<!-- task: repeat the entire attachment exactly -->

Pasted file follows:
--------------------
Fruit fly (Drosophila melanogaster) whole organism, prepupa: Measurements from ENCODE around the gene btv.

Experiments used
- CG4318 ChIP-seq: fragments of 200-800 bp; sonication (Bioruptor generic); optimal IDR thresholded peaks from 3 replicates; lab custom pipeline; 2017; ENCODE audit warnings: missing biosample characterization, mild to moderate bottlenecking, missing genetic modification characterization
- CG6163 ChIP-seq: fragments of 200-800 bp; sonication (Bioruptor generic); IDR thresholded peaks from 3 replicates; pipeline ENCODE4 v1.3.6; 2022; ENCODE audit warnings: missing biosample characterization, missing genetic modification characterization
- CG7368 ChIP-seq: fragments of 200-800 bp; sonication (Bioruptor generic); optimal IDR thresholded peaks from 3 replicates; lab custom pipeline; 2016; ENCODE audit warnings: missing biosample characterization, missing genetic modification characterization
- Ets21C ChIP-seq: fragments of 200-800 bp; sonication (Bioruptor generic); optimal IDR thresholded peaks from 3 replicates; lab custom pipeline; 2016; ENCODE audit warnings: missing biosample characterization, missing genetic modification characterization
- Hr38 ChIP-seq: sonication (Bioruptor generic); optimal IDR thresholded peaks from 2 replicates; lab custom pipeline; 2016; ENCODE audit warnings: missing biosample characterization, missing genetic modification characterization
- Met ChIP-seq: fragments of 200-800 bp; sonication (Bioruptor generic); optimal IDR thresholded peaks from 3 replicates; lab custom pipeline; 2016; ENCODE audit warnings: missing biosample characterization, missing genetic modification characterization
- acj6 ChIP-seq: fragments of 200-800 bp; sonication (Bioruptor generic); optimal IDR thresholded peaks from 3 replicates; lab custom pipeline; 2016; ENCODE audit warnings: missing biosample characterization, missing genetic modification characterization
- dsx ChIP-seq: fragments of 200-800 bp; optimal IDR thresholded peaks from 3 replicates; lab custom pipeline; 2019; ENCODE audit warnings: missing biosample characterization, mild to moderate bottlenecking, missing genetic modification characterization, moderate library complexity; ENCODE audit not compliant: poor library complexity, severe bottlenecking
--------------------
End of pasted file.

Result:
Fruit fly (Drosophila melanogaster) whole organism, prepupa: Measurements from ENCODE around the gene btv.

Experiments used
- CG4318 ChIP-seq: fragments of 200-800 bp; sonication (Bioruptor generic); optimal IDR thresholded peaks from 3 replicates; lab custom pipeline; 2017; ENCODE audit warnings: missing biosample characterization, mild to moderate bottlenecking, missing genetic modification characterization
- CG6163 ChIP-seq: fragments of 200-800 bp; sonication (Bioruptor generic); IDR thresholded peaks from 3 replicates; pipeline ENCODE4 v1.3.6; 2022; ENCODE audit warnings: missing biosample characterization, missing genetic modification characterization
- CG7368 ChIP-seq: fragments of 200-800 bp; sonication (Bioruptor generic); optimal IDR thresholded peaks from 3 replicates; lab custom pipeline; 2016; ENCODE audit warnings: missing biosample characterization, missing genetic modification characterization
- Ets21C ChIP-seq: fragments of 200-800 bp; sonication (Bioruptor generic); optimal IDR thresholded peaks from 3 replicates; lab custom pipeline; 2016; ENCODE audit warnings: missing biosample characterization, missing genetic modification characterization
- Hr38 ChIP-seq: sonication (Bioruptor generic); optimal IDR thresholded peaks from 2 replicates; lab custom pipeline; 2016; ENCODE audit warnings: missing biosample characterization, missing genetic modification characterization
- Met ChIP-seq: fragments of 200-800 bp; sonication (Bioruptor generic); optimal IDR thresholded peaks from 3 replicates; lab custom pipeline; 2016; ENCODE audit warnings: missing biosample characterization, missing genetic modification characterization
- acj6 ChIP-seq: fragments of 200-800 bp; sonication (Bioruptor generic); optimal IDR thresholded peaks from 3 replicates; lab custom pipeline; 2016; ENCODE audit warnings: missing biosample characterization, missing genetic modification characterization
- dsx ChIP-seq: fragments of 200-800 bp; optimal IDR thresholded peaks from 3 replicates; lab custom pipeline; 2019; ENCODE audit warnings: missing biosample characterization, mild to moderate bottlenecking, missing genetic modification characterization, moderate library complexity; ENCODE audit not compliant: poor library complexity, severe bottlenecking